While working on the review of the Motorola Moto G 2015, Mr Mo asked me, “Costing N36, 000 to N45,000, shouldn’t the Moto G be classified as…

Debate: What defines the category of a mobile phone – specs or price?

While working on the review of the Motorola Moto G 2015, Mr Mo asked me, “Costing N36, 000 to N45,000, shouldn’t the Moto G be classified as mid-range instead of budget?”


I thought otherwise. The specs is budget, but the price is steep. The price already is a disadvantage of the phone. But then again, this got me thinking. Let’s looking at this from a neutral point of view : What defines the category of a mobile phone? Is it the specs or the price?



The Moto G 2015 has 1 GB RAM and 8 GB internal storage- that’s budget in my opinion. But it also has 4G LTE, waterproof, premium build and superb camera – this is mid range, and it affects the price. We are now torn in between. Is it a budget phone or mid-range phone?

We have seen phones with really good specs priced quite low. Good examples are the Infinix Hot, or the Innjoo i1s (as at when they were released). We have also seen other phones with poor specs and quite high prices (names withheld 🙂 ). Do we now excuse the high price and call them high-end or mid-range smart phones?


Personally, I think it is the specs that determine the category of a phone. Or is it the price? 🙄

Participate in the poll, then use the comment box to tell us what you think in graphic details. Cheers.

[poll id=”6″]

Share This Article

Chibueze is an award-winning gadget reviewer and geek. He loves research, while living and breathing tech. You can reach him on Facebook, Twitter ,OR LinkedIn

Related Posts

This Post Has 9 Comments

  1. I would say it’s the specs,certain specs on the specs sheet of a device screams budget or otherwise; 1G Ram,8G ROM,HD screen,low range Chipset and GPUs and less premium built etc
    These spells low range in my books,but on the other hand,we know the prices charged for these specs will depend greatly on the OEM,a Samsung or Motorola will charge an arm and a leg compared to Chinese OEMs for this but it doesn’t necessarily change the fact of it being a low range device..

  2. Its the price to me. There are actually phone with poor specs and high price all in the name of brand. Even this moto G is made of plastic…

  3. I think the specs determine the category. Phones like the galaxy note 4, phantom 5, s6 etc are high end phones

  4. We are now torn in between. Is it a budget phone or mid-range phone?

    What is in a name? Just nomenclature.

    Can a phone only be budget or midrange , but not both ni?

    Call it a budget midrange phone and move on already!

  5. Brand name determines the price ultimately. A Samsung without a fingerprint scanner would sell for more than a Innjoo with one.

    You can’t really compare the Moto G with the Infinix or Innjoo – the former is backed by a globally known brand. The same can’t be said of the other two. You could also say that their target markets are different – Infinix and Innjoo operate within emerging markets, whereas Motorola is mainly North America and Europe.

    You’re also defining “mid range” according to European and North American standards. Go and search Amazon in any of those places and tell me how may Innjoos, Infinixes and Tecnos you find. You’ll find a lot of other brands, but not those. You might even find a Doogee and the odd grey import Xiaomi, but the criteria in both places for budget and mid range won’t be the same as it is defined in emerging markets.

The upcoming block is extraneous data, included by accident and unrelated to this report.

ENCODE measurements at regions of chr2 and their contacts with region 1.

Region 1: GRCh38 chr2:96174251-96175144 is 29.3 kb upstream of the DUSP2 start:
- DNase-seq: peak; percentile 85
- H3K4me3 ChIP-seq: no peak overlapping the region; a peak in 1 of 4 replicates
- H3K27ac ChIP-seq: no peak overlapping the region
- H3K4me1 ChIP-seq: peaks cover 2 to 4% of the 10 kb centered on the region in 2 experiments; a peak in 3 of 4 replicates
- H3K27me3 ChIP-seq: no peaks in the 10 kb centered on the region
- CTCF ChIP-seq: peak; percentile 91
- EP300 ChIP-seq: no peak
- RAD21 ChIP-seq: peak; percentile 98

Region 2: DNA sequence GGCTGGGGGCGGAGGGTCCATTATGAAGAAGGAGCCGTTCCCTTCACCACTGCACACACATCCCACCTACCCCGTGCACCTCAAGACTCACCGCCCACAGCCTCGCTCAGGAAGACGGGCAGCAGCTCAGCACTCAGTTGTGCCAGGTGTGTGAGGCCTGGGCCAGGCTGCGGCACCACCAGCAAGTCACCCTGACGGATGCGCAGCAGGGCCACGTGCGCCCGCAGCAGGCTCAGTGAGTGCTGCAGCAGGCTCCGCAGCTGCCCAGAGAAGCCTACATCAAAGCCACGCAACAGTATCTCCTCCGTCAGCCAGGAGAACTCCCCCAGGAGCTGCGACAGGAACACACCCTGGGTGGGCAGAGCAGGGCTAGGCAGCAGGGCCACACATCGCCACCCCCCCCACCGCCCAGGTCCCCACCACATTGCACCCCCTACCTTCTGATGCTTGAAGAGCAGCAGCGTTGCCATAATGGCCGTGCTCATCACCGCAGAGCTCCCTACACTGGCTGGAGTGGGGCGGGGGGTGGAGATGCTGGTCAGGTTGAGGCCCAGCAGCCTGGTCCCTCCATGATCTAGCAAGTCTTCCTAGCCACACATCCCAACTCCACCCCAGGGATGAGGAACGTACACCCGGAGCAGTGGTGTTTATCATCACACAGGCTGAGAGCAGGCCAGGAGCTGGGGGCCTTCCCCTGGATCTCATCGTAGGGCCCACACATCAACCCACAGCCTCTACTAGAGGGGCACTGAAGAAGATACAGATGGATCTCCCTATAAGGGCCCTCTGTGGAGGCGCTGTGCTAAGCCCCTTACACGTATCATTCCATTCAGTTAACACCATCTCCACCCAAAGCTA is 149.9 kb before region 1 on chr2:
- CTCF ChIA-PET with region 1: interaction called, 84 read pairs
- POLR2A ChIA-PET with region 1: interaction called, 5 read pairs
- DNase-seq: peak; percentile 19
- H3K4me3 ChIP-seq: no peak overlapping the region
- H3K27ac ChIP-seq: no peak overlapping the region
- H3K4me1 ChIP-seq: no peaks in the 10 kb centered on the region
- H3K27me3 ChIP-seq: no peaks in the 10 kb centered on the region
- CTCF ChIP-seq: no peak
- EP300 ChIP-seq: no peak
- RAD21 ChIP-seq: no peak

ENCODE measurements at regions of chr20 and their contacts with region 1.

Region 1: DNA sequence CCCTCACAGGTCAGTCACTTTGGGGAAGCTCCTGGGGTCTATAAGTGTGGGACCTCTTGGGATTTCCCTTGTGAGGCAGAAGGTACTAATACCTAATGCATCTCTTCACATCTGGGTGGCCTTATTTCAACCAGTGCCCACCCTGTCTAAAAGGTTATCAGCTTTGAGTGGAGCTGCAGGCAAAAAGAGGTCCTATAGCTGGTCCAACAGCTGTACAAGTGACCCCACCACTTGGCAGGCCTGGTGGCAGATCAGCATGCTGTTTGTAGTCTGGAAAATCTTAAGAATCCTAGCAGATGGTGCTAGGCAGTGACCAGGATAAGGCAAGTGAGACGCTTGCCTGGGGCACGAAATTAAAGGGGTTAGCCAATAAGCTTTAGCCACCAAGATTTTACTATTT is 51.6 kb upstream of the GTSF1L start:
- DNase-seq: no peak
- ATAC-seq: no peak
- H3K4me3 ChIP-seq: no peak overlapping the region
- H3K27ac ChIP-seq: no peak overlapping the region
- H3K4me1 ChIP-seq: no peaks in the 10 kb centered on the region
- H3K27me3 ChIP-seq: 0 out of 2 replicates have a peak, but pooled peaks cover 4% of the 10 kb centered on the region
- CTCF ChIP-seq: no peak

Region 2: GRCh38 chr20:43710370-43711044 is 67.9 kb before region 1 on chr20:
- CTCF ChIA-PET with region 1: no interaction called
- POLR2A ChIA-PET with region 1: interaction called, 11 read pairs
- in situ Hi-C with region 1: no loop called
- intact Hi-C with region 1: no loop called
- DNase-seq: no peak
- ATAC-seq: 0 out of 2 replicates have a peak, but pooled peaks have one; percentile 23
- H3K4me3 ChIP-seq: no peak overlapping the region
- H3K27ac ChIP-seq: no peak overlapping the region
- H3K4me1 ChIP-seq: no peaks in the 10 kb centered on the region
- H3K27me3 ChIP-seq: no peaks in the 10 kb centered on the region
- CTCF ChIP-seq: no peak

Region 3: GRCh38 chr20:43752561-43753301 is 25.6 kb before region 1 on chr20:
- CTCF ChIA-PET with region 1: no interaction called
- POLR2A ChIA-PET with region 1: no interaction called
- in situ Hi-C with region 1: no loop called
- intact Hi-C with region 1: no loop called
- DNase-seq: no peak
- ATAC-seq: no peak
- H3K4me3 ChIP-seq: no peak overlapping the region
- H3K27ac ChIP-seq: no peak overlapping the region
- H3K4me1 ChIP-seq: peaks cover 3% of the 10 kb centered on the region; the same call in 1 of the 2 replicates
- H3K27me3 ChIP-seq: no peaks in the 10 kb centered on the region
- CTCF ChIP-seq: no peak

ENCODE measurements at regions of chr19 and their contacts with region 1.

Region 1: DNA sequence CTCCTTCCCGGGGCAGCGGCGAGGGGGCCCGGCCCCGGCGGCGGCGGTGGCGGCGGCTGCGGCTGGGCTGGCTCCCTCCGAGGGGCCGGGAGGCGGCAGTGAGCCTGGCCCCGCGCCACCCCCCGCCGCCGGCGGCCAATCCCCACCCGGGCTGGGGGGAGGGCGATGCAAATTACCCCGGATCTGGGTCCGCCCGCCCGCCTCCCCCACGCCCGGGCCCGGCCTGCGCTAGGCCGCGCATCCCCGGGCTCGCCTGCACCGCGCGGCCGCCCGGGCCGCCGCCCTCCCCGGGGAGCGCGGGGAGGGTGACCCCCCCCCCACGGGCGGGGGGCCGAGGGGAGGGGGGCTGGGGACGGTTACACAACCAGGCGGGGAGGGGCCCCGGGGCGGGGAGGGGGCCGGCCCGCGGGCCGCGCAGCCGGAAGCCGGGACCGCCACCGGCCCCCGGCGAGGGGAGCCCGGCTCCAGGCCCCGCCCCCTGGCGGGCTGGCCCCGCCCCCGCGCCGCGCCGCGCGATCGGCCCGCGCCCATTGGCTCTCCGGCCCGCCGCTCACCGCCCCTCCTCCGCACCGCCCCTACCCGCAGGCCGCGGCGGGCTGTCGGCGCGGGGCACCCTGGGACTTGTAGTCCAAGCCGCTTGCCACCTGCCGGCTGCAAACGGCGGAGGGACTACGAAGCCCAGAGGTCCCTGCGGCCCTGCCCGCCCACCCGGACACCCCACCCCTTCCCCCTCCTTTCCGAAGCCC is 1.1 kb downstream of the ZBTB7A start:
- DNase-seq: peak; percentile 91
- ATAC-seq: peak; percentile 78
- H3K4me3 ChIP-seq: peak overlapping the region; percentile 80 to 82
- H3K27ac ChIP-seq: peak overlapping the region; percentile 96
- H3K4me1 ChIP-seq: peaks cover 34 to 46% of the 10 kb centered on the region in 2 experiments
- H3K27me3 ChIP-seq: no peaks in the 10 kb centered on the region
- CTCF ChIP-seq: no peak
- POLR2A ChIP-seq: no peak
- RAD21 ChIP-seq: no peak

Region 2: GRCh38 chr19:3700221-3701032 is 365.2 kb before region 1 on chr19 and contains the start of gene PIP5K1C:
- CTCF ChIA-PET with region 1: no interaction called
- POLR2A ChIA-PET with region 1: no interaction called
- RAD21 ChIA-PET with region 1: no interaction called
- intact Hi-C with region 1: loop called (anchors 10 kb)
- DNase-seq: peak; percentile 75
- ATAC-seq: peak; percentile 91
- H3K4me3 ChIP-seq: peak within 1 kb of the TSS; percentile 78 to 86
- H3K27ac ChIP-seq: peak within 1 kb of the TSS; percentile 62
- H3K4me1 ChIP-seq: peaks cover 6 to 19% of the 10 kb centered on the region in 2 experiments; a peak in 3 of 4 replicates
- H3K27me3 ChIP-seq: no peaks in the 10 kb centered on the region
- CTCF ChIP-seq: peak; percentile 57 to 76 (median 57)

6. In my opinion, you can’t separate price from features. The problem here is that you are leaving out some features.

    Take the Moto G. it has a superior build, is water and dirt proof – and even alerts you when the back cover is not firmly in place, and both front and back cameras are superb. Those are NOT budget specs. Even the screen quality is not budget.

    If you limit specs to only processor and storage, you are missing the complete picture. These other things that are not found on budget devices are specs too.

    As I always say, if you look closely, a higher priced phone likely has something that a cheaper one does not. That something may just not be what you want. Dazall.

  7. i think it’s specs, but pricing is influenced by specs (and brand image among other factors). so it’s probably a mixture of both. you’re unlikely to find a device with a 5″+, QHD/2K display with 4/32 GB RAM/ROM, 2 GHz SoC & 5000 mAh battery for $100 (but let me know if you do)

    the thing is definitions keep changing, and as commoditization keeps bringing features previously exclusive to the flagship/premium tier down the pyramid to devices in lower price points, there will be more segments in the smartphone market.

    the smartphone space was essentially divided into flagship/premium, midrange and budget (read horrible) segments. you had to spend a considerable amount to get a good device, cheap(er)/budget devices were really not worth the savings and i suppose that’s where the idea of pricing being the determinant came in
    for example the SG II was a high end device when it was released in 2011, it had a 4.3″, ~ 220 ppi screen, 1 GB RAM, 16 GB ROM and it cost ~ $600. a similar today would be considered budget or even entry level, and it would cost $80-200 depending on the OEM.

  8. Its the price!! Because some operating system cont need much high spec to run eg: Windows… But the price I high… I’m sure its d price not spec

Leave a Reply

Your email address will not be published. Required fields are marked *